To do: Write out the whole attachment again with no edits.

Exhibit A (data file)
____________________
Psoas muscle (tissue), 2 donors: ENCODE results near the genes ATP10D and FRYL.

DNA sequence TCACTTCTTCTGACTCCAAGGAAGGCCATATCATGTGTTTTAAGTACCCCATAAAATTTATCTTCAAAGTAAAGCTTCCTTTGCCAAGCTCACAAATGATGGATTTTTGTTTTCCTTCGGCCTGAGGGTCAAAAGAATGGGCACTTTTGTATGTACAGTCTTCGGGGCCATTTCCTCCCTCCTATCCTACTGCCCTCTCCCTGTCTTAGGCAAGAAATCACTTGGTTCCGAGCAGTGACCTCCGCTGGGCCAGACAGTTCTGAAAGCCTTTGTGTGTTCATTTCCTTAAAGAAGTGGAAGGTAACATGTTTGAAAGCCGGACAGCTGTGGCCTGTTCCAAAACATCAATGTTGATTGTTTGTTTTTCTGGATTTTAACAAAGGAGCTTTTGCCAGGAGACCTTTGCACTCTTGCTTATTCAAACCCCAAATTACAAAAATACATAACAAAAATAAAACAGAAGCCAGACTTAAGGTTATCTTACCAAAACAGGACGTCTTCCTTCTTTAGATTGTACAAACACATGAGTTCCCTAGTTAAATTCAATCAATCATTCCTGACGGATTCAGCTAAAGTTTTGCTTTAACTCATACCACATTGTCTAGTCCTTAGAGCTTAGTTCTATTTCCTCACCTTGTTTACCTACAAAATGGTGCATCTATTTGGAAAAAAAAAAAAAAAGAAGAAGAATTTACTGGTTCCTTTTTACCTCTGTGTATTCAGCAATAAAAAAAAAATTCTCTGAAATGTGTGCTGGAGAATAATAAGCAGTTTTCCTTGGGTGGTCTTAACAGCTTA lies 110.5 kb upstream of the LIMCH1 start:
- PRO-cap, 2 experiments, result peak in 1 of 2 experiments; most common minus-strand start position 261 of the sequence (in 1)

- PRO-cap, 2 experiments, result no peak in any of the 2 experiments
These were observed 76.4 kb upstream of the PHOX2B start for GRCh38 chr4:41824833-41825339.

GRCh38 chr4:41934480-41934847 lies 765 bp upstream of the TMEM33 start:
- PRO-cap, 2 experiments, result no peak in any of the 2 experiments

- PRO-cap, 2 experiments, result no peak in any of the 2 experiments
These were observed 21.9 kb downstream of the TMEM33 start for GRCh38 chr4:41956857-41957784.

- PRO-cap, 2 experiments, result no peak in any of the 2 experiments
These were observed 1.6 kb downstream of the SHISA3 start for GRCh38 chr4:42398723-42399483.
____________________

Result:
Psoas muscle (tissue), 2 donors: ENCODE results near the genes ATP10D and FRYL.

DNA sequence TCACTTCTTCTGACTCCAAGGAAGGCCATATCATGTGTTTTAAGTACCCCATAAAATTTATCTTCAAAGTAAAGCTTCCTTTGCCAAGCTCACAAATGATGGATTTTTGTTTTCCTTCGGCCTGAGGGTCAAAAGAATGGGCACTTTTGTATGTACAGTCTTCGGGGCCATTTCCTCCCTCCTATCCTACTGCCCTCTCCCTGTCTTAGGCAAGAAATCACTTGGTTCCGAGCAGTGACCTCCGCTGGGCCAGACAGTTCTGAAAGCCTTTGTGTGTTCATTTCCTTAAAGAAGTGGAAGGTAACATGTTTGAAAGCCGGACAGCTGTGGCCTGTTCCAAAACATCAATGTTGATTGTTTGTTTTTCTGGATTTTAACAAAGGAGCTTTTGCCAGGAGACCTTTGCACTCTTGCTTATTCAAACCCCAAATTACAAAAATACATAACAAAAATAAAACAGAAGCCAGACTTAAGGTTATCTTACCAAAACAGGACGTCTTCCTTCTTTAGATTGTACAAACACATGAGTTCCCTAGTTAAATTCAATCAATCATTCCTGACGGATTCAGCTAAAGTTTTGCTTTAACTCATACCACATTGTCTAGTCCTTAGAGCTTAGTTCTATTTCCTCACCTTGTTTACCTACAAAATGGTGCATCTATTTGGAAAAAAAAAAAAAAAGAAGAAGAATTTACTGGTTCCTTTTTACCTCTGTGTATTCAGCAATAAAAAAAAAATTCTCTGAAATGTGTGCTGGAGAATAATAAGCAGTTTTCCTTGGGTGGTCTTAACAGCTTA lies 110.5 kb upstream of the LIMCH1 start:
- PRO-cap, 2 experiments, result peak in 1 of 2 experiments; most common minus-strand start position 261 of the sequence (in 1)

- PRO-cap, 2 experiments, result no peak in any of the 2 experiments
These were observed 76.4 kb upstream of the PHOX2B start for GRCh38 chr4:41824833-41825339.

GRCh38 chr4:41934480-41934847 lies 765 bp upstream of the TMEM33 start:
- PRO-cap, 2 experiments, result no peak in any of the 2 experiments

- PRO-cap, 2 experiments, result no peak in any of the 2 experiments
These were observed 21.9 kb downstream of the TMEM33 start for GRCh38 chr4:41956857-41957784.

- PRO-cap, 2 experiments, result no peak in any of the 2 experiments
These were observed 1.6 kb downstream of the SHISA3 start for GRCh38 chr4:42398723-42399483.